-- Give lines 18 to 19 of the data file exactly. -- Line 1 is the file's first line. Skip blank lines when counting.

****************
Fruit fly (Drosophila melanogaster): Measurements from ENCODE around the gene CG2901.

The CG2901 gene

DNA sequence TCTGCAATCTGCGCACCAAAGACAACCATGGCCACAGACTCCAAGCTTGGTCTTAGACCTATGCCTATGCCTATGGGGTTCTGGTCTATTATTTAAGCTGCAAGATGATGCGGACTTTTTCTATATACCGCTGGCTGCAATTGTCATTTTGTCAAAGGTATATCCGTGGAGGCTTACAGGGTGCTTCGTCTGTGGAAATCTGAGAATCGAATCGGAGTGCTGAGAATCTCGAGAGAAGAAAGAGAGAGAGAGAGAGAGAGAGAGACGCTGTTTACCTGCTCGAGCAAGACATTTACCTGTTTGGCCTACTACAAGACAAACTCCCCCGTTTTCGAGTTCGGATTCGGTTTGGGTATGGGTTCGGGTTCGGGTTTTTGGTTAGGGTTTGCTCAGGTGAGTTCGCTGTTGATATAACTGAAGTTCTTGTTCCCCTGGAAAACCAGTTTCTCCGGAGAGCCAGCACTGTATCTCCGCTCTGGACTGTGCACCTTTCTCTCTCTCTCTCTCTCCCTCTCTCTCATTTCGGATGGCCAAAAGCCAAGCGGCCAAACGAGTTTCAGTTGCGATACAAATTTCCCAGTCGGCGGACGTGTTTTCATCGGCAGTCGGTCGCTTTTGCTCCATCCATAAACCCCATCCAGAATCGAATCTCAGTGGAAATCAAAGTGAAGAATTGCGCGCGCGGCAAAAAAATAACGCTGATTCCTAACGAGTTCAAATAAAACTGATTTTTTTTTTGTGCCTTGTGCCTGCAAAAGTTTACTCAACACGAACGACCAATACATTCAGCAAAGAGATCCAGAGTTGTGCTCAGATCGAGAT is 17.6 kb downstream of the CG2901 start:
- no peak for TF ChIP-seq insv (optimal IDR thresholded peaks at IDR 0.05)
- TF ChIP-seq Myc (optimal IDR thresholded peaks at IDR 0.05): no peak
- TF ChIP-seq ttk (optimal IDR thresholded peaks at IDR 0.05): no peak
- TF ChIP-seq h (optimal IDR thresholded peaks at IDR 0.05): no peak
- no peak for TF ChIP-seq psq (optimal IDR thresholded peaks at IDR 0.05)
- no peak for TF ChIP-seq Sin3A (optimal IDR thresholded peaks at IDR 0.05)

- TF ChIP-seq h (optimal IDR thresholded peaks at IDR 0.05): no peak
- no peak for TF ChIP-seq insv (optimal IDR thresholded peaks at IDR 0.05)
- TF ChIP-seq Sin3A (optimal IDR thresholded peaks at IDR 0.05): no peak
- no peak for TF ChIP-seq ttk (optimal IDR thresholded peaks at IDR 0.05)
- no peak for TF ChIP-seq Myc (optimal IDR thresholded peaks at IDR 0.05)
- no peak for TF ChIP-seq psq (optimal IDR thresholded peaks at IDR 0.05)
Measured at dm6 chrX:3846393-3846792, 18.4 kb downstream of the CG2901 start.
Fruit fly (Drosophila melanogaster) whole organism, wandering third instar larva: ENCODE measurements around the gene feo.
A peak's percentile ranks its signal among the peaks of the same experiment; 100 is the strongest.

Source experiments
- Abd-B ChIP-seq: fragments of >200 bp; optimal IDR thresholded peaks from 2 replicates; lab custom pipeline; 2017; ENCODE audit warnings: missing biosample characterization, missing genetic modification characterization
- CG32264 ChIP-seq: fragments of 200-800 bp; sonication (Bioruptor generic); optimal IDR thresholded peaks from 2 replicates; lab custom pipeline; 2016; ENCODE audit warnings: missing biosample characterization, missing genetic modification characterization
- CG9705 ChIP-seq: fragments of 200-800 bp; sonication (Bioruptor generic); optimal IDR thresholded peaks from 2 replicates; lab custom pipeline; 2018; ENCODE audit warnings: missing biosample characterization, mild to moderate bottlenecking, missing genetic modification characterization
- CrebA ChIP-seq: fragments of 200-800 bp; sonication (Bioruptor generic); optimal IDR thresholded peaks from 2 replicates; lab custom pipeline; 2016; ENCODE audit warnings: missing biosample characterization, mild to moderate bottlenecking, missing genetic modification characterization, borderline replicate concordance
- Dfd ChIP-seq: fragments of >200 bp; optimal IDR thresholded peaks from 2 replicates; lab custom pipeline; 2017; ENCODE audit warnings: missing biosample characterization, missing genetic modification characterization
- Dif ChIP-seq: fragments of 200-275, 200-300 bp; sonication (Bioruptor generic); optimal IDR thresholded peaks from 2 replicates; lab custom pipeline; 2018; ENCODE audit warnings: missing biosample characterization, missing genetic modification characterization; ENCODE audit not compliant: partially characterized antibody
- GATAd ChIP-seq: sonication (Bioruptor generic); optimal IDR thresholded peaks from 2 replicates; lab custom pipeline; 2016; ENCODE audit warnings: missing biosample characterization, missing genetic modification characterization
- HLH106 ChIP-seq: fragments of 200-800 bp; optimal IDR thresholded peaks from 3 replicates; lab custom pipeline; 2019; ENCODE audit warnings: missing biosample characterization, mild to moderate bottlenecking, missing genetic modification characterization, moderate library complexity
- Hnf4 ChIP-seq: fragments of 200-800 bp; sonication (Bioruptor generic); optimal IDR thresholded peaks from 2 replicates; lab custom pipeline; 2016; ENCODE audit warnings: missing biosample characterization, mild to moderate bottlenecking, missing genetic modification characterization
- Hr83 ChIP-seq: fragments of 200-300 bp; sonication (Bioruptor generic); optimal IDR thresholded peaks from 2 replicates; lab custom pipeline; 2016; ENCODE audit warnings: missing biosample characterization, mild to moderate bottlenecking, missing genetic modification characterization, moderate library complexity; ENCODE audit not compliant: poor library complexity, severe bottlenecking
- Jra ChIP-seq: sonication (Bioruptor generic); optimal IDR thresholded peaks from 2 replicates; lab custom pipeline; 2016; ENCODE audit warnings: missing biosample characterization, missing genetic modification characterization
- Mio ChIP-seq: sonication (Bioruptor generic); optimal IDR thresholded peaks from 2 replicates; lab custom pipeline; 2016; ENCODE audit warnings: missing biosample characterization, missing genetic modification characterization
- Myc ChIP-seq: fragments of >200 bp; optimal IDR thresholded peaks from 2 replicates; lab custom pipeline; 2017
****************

A peak's percentile ranks its signal among the peaks of the same experiment; 100 is the strongest.

Source experiments